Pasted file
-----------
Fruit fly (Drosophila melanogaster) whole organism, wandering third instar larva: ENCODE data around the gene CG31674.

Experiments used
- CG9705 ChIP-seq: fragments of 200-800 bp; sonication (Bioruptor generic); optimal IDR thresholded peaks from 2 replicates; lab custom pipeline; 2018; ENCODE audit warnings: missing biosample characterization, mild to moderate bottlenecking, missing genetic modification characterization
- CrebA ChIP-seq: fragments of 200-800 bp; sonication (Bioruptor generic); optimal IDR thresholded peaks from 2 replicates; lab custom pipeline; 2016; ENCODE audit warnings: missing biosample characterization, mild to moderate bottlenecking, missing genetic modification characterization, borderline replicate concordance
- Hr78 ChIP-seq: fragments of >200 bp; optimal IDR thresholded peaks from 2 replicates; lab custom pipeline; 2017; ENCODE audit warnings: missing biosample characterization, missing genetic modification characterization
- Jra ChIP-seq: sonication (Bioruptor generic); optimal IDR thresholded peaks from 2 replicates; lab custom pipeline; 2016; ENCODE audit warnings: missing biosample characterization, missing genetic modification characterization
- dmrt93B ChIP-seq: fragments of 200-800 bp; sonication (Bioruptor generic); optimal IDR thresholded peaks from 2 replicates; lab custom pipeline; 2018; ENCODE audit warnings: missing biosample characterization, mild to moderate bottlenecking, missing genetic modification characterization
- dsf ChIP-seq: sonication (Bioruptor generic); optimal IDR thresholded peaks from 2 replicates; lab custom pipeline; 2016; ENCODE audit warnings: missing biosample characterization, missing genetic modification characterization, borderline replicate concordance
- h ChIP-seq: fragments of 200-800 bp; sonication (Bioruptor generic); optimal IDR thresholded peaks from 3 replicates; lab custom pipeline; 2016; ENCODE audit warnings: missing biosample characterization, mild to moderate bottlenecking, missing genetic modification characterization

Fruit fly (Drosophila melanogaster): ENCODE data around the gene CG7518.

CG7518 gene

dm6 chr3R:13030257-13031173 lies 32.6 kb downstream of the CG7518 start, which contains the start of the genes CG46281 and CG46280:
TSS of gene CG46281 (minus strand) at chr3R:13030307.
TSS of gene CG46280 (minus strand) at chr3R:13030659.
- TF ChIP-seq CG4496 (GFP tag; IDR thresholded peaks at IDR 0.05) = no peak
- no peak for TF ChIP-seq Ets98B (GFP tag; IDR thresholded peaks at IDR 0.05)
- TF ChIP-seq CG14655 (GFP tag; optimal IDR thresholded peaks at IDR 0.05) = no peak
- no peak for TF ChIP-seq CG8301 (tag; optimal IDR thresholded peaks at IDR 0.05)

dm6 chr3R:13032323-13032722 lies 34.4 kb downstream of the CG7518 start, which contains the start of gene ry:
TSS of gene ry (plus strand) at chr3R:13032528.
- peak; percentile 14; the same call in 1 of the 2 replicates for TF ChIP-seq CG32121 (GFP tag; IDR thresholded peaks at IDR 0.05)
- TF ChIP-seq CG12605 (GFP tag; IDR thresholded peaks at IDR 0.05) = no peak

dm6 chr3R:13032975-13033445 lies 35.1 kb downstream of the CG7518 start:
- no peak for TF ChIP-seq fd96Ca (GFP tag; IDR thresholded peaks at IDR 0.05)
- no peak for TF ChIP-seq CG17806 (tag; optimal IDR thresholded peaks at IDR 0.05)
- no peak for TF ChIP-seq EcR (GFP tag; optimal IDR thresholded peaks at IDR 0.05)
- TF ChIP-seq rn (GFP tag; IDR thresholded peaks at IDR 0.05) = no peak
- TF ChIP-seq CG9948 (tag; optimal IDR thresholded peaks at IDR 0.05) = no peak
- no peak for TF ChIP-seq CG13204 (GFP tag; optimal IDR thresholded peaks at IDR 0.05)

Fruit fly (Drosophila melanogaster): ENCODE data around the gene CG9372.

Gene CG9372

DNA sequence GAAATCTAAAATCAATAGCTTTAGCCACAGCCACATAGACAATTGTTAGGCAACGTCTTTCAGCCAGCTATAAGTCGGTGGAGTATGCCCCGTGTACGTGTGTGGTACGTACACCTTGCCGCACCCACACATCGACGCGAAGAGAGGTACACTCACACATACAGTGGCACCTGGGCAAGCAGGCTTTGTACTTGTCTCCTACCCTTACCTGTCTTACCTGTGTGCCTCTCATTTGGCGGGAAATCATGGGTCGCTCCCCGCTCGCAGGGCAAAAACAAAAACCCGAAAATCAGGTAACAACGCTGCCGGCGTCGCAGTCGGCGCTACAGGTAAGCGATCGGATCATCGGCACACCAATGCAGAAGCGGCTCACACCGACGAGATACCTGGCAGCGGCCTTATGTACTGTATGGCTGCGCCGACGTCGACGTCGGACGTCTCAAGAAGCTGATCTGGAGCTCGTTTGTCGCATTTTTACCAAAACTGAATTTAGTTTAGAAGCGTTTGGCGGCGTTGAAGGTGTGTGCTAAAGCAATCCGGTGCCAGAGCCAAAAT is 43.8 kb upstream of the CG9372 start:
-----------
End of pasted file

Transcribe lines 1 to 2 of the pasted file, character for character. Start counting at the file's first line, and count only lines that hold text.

Fruit fly (Drosophila melanogaster) whole organism, wandering third instar larva: ENCODE data around the gene CG31674.

Experiments used